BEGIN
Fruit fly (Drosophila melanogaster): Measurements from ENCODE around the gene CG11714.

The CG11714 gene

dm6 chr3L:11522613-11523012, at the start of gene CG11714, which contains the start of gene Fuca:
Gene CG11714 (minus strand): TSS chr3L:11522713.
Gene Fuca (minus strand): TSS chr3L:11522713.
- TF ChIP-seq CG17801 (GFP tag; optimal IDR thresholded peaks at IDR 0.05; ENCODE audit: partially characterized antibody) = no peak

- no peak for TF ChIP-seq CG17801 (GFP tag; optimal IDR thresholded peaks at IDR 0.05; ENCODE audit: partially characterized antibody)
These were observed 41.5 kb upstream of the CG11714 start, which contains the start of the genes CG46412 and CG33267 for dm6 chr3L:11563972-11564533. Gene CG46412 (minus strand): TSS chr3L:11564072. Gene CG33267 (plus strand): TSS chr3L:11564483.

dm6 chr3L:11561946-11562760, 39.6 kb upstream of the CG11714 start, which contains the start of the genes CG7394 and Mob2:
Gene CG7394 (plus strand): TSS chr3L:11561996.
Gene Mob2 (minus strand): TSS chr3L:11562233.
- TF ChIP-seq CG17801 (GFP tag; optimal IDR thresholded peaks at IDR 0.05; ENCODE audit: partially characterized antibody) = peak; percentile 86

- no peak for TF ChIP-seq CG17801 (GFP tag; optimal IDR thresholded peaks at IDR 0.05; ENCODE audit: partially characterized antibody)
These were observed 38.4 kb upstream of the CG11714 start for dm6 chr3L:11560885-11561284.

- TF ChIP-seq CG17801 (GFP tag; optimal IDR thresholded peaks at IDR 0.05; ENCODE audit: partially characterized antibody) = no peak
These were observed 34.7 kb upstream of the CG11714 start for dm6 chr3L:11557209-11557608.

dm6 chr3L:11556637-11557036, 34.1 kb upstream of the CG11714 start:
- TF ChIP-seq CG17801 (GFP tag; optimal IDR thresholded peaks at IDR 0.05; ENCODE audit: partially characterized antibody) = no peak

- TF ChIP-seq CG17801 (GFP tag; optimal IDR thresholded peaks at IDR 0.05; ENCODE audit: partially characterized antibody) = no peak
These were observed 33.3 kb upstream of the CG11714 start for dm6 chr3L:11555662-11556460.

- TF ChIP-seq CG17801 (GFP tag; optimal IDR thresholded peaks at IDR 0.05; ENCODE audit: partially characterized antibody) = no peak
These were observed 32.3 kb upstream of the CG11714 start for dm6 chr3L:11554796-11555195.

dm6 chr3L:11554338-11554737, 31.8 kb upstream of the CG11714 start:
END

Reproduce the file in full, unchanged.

Fruit fly (Drosophila melanogaster): Measurements from ENCODE around the gene CG11714.

The CG11714 gene

dm6 chr3L:11522613-11523012, at the start of gene CG11714, which contains the start of gene Fuca:
Gene CG11714 (minus strand): TSS chr3L:11522713.
Gene Fuca (minus strand): TSS chr3L:11522713.
- TF ChIP-seq CG17801 (GFP tag; optimal IDR thresholded peaks at IDR 0.05; ENCODE audit: partially characterized antibody) = no peak

- no peak for TF ChIP-seq CG17801 (GFP tag; optimal IDR thresholded peaks at IDR 0.05; ENCODE audit: partially characterized antibody)
These were observed 41.5 kb upstream of the CG11714 start, which contains the start of the genes CG46412 and CG33267 for dm6 chr3L:11563972-11564533. Gene CG46412 (minus strand): TSS chr3L:11564072. Gene CG33267 (plus strand): TSS chr3L:11564483.

dm6 chr3L:11561946-11562760, 39.6 kb upstream of the CG11714 start, which contains the start of the genes CG7394 and Mob2:
Gene CG7394 (plus strand): TSS chr3L:11561996.
Gene Mob2 (minus strand): TSS chr3L:11562233.
- TF ChIP-seq CG17801 (GFP tag; optimal IDR thresholded peaks at IDR 0.05; ENCODE audit: partially characterized antibody) = peak; percentile 86

- no peak for TF ChIP-seq CG17801 (GFP tag; optimal IDR thresholded peaks at IDR 0.05; ENCODE audit: partially characterized antibody)
These were observed 38.4 kb upstream of the CG11714 start for dm6 chr3L:11560885-11561284.

- TF ChIP-seq CG17801 (GFP tag; optimal IDR thresholded peaks at IDR 0.05; ENCODE audit: partially characterized antibody) = no peak
These were observed 34.7 kb upstream of the CG11714 start for dm6 chr3L:11557209-11557608.

dm6 chr3L:11556637-11557036, 34.1 kb upstream of the CG11714 start:
- TF ChIP-seq CG17801 (GFP tag; optimal IDR thresholded peaks at IDR 0.05; ENCODE audit: partially characterized antibody) = no peak

- TF ChIP-seq CG17801 (GFP tag; optimal IDR thresholded peaks at IDR 0.05; ENCODE audit: partially characterized antibody) = no peak
These were observed 33.3 kb upstream of the CG11714 start for dm6 chr3L:11555662-11556460.

- TF ChIP-seq CG17801 (GFP tag; optimal IDR thresholded peaks at IDR 0.05; ENCODE audit: partially characterized antibody) = no peak
These were observed 32.3 kb upstream of the CG11714 start for dm6 chr3L:11554796-11555195.

dm6 chr3L:11554338-11554737, 31.8 kb upstream of the CG11714 start: